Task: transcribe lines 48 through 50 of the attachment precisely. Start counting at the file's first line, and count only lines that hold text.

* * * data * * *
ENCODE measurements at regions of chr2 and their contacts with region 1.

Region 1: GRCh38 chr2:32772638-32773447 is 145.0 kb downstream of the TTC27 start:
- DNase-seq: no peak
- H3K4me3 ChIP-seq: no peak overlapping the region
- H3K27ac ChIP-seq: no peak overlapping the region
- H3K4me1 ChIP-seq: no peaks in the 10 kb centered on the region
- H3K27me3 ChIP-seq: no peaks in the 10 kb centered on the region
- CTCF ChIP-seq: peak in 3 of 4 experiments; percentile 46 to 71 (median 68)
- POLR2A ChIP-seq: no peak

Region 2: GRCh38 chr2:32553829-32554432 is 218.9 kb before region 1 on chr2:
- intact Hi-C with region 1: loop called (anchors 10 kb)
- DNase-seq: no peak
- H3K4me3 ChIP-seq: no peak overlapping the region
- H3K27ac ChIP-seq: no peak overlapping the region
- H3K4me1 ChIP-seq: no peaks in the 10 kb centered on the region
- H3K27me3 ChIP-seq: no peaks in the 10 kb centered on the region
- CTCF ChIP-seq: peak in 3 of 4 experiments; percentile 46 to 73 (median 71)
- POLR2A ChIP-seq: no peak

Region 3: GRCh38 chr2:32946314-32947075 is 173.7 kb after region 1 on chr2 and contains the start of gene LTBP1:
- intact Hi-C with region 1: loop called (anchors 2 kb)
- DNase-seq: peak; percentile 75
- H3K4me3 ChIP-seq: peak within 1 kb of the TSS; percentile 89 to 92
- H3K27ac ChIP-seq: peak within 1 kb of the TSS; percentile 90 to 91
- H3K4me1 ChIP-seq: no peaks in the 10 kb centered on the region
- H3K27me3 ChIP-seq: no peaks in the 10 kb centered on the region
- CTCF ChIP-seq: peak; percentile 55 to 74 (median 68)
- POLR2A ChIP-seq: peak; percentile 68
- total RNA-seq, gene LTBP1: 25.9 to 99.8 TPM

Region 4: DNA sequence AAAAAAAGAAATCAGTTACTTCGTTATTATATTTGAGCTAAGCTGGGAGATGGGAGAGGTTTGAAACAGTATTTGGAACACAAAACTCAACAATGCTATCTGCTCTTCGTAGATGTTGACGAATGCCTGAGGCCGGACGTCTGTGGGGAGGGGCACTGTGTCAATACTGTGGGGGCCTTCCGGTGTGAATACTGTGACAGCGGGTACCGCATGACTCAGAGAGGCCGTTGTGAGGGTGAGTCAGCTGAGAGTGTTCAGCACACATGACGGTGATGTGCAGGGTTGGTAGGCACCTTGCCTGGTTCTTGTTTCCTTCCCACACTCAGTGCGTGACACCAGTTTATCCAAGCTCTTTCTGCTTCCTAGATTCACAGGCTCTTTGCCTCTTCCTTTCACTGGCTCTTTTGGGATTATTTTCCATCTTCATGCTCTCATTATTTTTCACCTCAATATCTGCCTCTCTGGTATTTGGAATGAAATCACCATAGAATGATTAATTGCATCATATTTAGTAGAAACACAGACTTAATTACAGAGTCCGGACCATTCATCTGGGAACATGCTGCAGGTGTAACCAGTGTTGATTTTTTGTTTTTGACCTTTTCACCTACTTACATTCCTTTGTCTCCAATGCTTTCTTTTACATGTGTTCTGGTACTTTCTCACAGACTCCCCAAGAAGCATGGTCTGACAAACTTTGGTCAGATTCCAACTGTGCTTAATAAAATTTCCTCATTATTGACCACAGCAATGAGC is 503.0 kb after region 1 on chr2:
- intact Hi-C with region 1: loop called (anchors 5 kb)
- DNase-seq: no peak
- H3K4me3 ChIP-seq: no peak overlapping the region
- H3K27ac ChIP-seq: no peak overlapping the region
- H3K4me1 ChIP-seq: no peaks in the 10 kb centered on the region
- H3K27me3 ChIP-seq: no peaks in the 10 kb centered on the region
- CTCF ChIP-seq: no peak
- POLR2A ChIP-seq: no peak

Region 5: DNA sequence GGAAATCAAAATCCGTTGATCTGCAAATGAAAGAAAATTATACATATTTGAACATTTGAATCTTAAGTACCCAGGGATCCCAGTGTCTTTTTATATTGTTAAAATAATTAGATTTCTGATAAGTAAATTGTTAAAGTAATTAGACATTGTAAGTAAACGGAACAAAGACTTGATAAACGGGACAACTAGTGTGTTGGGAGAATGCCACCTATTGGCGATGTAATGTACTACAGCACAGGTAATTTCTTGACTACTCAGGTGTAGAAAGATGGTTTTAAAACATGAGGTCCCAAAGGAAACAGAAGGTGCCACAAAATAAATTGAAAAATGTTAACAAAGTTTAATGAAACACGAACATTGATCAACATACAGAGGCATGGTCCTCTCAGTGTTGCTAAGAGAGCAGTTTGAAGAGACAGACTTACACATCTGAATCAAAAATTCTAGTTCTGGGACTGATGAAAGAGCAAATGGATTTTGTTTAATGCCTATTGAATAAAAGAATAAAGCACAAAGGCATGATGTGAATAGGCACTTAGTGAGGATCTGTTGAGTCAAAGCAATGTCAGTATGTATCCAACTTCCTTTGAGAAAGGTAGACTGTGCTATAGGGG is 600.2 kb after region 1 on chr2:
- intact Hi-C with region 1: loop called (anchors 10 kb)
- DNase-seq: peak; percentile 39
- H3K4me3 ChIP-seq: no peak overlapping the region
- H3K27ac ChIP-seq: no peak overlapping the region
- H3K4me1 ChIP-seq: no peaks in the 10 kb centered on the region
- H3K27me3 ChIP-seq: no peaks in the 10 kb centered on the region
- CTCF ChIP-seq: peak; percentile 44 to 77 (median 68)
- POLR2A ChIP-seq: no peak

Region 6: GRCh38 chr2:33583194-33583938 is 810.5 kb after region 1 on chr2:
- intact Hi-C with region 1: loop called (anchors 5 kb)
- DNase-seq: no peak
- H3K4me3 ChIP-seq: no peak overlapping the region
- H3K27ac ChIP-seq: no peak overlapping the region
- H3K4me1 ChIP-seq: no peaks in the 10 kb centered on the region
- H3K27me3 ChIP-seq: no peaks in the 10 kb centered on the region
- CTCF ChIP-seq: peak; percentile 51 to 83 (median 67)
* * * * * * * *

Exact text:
- intact Hi-C with region 1: loop called (anchors 5 kb)
- DNase-seq: no peak
- H3K4me3 ChIP-seq: no peak overlapping the region